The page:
That’s very kind of you! I have to say every crime writer I’ve ever met is lovely – and the more grim the subjects they tackle, the lovelier they are. Maybe it’s because we get all the nastiness out on the page? Funnily enough I met some members of the Romantic Novelists’ Association at the York Festival of Writing a few years ago, and they were pretty terrifying. It’s not the case for all romance writers though, I should add!

Now that you’re writing full-time, what’s an average day like for you?

I try to write something every day, even if it’s a blog post or some fan fiction. If I’m working on an edit I will be in the shed working for hours at a time. I have a coffee machine in there which keeps me going, and my Spanish stray dog Bea for company. I’ve tried really hard to develop some sort of productive routine but I do spend a lot of time procrastinating and staring into space too. It’s shameful!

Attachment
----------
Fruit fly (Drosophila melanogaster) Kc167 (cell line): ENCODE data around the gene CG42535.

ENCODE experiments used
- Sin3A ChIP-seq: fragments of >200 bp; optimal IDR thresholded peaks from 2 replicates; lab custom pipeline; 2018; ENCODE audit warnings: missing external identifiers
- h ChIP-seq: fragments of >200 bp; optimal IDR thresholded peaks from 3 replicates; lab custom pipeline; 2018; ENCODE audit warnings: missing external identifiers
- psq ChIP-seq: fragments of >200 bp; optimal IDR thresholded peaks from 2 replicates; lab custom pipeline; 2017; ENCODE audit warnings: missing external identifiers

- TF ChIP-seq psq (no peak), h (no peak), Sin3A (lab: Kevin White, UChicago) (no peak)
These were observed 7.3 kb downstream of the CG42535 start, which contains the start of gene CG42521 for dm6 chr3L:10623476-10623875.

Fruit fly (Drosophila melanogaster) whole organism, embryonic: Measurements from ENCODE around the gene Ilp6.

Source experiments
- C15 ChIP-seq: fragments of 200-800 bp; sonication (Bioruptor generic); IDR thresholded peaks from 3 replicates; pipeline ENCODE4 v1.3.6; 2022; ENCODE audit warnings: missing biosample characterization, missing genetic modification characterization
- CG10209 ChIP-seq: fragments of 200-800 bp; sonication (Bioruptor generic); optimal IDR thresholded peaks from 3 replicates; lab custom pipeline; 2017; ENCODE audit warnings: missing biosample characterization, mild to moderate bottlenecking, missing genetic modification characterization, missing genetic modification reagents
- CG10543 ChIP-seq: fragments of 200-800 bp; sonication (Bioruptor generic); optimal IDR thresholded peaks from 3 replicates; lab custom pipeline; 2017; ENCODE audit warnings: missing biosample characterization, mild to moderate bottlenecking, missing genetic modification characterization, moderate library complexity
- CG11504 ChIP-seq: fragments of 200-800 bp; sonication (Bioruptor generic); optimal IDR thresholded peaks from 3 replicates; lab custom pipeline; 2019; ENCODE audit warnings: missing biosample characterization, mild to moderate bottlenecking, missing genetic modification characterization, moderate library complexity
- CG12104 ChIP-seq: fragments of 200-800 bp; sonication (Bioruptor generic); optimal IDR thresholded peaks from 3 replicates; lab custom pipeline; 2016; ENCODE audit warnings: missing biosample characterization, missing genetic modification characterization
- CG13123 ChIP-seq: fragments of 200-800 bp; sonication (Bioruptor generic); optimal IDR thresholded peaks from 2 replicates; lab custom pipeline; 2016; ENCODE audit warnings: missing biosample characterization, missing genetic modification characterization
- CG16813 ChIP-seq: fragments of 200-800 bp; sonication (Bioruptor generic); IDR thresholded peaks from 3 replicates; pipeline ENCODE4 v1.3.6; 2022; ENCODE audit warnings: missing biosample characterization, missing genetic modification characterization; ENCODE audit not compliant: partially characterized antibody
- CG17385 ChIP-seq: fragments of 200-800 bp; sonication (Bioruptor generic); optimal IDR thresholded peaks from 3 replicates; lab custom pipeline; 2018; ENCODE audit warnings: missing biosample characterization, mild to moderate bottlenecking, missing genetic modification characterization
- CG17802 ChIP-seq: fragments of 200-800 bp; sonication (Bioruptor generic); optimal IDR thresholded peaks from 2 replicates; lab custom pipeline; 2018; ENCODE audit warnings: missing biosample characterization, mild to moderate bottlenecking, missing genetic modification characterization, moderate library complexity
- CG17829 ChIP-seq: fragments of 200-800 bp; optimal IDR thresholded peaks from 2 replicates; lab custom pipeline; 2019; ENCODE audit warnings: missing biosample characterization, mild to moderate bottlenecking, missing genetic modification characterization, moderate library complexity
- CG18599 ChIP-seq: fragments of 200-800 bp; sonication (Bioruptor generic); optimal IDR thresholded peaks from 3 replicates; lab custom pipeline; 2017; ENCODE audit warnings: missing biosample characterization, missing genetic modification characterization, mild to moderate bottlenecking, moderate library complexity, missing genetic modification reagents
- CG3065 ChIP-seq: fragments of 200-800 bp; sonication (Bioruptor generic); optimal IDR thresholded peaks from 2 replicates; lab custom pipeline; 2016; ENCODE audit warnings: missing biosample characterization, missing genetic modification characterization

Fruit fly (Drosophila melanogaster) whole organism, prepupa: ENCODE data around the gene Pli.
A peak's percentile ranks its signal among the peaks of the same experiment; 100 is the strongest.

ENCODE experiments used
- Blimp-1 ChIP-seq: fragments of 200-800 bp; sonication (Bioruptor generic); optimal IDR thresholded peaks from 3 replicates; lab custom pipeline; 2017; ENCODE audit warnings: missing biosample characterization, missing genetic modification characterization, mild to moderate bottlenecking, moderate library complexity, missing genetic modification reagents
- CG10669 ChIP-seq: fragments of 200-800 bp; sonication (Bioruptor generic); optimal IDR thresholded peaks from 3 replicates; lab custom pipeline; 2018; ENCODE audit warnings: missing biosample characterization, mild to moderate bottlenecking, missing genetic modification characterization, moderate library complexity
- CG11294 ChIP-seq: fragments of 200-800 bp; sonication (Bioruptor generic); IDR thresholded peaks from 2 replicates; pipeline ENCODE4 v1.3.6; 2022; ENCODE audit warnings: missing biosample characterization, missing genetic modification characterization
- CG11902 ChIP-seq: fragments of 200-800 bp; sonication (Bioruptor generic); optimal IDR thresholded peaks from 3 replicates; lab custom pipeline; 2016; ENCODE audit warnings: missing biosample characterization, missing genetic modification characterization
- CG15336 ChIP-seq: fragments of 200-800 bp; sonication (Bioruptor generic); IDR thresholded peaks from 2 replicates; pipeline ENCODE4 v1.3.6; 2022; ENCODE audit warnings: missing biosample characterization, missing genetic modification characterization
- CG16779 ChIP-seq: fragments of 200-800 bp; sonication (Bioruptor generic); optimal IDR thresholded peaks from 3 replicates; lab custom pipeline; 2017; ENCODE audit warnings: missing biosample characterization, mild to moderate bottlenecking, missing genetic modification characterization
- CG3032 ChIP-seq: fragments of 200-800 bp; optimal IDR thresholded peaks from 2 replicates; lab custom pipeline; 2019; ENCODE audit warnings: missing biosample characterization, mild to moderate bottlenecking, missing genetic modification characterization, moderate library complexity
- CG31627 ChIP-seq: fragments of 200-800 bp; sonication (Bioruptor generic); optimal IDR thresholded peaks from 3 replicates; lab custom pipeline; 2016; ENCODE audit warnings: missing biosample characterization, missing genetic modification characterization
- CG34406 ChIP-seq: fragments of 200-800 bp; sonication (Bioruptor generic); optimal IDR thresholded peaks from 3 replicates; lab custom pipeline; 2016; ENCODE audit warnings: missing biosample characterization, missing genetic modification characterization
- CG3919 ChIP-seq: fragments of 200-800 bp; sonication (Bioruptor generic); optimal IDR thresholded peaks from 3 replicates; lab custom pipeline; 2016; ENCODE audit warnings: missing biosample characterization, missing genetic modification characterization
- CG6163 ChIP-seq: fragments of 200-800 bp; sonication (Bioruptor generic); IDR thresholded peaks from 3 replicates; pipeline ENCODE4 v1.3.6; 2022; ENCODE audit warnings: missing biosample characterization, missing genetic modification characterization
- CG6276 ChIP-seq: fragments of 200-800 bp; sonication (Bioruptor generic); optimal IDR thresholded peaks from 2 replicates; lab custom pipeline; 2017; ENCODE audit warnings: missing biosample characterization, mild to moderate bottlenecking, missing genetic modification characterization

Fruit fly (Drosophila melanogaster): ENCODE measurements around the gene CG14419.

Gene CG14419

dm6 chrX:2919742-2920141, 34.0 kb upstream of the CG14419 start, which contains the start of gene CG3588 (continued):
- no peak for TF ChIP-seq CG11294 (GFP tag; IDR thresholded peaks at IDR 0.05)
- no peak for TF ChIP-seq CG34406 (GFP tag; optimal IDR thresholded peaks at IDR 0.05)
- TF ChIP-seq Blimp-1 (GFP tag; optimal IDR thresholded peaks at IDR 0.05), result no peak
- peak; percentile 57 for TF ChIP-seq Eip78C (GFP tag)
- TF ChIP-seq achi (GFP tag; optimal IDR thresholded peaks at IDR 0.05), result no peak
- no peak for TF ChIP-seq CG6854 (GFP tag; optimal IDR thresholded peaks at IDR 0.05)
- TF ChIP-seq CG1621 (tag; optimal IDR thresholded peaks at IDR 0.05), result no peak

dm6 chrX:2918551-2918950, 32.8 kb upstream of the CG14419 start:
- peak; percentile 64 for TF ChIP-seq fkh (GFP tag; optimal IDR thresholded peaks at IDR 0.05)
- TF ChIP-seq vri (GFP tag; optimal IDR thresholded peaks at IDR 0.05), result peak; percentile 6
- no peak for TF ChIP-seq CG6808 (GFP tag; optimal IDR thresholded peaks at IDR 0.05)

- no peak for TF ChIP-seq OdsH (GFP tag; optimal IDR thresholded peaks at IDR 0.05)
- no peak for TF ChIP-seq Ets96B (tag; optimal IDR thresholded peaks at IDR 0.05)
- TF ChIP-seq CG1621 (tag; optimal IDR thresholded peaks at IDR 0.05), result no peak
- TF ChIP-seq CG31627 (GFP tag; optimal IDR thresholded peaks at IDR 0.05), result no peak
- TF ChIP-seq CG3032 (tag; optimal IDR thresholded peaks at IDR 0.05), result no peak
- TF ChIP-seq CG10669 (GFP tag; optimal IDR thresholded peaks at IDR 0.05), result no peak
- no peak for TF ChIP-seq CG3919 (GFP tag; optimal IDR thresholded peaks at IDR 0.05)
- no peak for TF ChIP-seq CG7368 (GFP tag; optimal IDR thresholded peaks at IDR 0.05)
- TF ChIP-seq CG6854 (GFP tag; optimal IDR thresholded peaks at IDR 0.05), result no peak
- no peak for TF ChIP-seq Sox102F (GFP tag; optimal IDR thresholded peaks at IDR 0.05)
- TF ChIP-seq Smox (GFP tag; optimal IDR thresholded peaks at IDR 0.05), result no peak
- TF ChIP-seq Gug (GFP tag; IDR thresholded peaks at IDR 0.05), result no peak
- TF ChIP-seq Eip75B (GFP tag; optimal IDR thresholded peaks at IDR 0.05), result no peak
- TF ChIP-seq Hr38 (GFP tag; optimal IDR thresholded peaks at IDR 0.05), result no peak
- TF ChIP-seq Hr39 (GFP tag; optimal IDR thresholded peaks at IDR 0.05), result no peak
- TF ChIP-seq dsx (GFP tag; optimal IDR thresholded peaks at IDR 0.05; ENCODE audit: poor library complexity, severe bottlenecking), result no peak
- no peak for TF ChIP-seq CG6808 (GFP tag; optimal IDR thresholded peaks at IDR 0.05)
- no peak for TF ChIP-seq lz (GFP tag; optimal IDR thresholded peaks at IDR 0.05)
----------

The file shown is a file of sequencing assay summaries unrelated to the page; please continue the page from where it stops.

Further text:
What’s been the best moment of your writing career (so far)?

Gosh, there are so many. So many. And each one is better than the last. The whole thing is a dream come true, which is such a cliché but that’s exactly what it is.

It must be quite stressful at times, though – how do you cope with the pressure of deadlines and publishers’ demands?

I think I work best under pressure, so it’s a fine balance between productive stress and illness-inducing panic. I go through the same doubts with every book, there is always a point where I think, ‘this is rubbish, I can’t write, who am I trying to kid?’ and my husband has to remind me that I said exactly the same thing last time, and it turned out all right in the end.

Of the characters you’ve created so far, who’s your favourite and why?

That’s a very good (and difficult) question! I love all of them, even the nasty ones. I think Colin (Human Remains) was one of my favourites, just because he was such a challenge to write, and when I finally got his voice he became so real it’s hard to believe that he doesn’t actually exist. I’d love to write another story for him, but I’m a bit scared about what he might do next.